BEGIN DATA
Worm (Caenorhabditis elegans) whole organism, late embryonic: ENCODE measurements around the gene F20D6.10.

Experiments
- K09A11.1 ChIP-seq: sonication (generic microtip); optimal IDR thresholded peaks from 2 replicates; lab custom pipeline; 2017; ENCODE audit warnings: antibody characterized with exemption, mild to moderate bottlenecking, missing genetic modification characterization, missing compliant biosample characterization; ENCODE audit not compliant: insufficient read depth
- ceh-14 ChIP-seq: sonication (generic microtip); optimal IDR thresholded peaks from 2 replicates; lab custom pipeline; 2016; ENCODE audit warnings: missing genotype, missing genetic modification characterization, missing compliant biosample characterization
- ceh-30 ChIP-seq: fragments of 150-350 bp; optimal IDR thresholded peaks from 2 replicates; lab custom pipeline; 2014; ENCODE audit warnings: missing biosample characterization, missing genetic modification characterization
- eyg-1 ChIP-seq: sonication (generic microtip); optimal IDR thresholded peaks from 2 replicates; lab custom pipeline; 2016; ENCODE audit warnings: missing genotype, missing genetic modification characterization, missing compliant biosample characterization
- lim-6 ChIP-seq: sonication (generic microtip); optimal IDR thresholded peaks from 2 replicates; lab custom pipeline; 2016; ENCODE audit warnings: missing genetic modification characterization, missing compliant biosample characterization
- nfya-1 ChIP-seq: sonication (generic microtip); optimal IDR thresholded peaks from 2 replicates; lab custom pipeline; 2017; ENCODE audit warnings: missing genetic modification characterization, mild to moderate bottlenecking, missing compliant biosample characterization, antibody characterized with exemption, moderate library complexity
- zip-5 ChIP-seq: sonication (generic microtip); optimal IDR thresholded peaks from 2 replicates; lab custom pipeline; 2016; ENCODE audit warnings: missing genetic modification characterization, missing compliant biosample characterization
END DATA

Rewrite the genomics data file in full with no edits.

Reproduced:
Worm (Caenorhabditis elegans) whole organism, late embryonic: ENCODE measurements around the gene F20D6.10.

Experiments
- K09A11.1 ChIP-seq: sonication (generic microtip); optimal IDR thresholded peaks from 2 replicates; lab custom pipeline; 2017; ENCODE audit warnings: antibody characterized with exemption, mild to moderate bottlenecking, missing genetic modification characterization, missing compliant biosample characterization; ENCODE audit not compliant: insufficient read depth
- ceh-14 ChIP-seq: sonication (generic microtip); optimal IDR thresholded peaks from 2 replicates; lab custom pipeline; 2016; ENCODE audit warnings: missing genotype, missing genetic modification characterization, missing compliant biosample characterization
- ceh-30 ChIP-seq: fragments of 150-350 bp; optimal IDR thresholded peaks from 2 replicates; lab custom pipeline; 2014; ENCODE audit warnings: missing biosample characterization, missing genetic modification characterization
- eyg-1 ChIP-seq: sonication (generic microtip); optimal IDR thresholded peaks from 2 replicates; lab custom pipeline; 2016; ENCODE audit warnings: missing genotype, missing genetic modification characterization, missing compliant biosample characterization
- lim-6 ChIP-seq: sonication (generic microtip); optimal IDR thresholded peaks from 2 replicates; lab custom pipeline; 2016; ENCODE audit warnings: missing genetic modification characterization, missing compliant biosample characterization
- nfya-1 ChIP-seq: sonication (generic microtip); optimal IDR thresholded peaks from 2 replicates; lab custom pipeline; 2017; ENCODE audit warnings: missing genetic modification characterization, mild to moderate bottlenecking, missing compliant biosample characterization, antibody characterized with exemption, moderate library complexity
- zip-5 ChIP-seq: sonication (generic microtip); optimal IDR thresholded peaks from 2 replicates; lab custom pipeline; 2016; ENCODE audit warnings: missing genetic modification characterization, missing compliant biosample characterization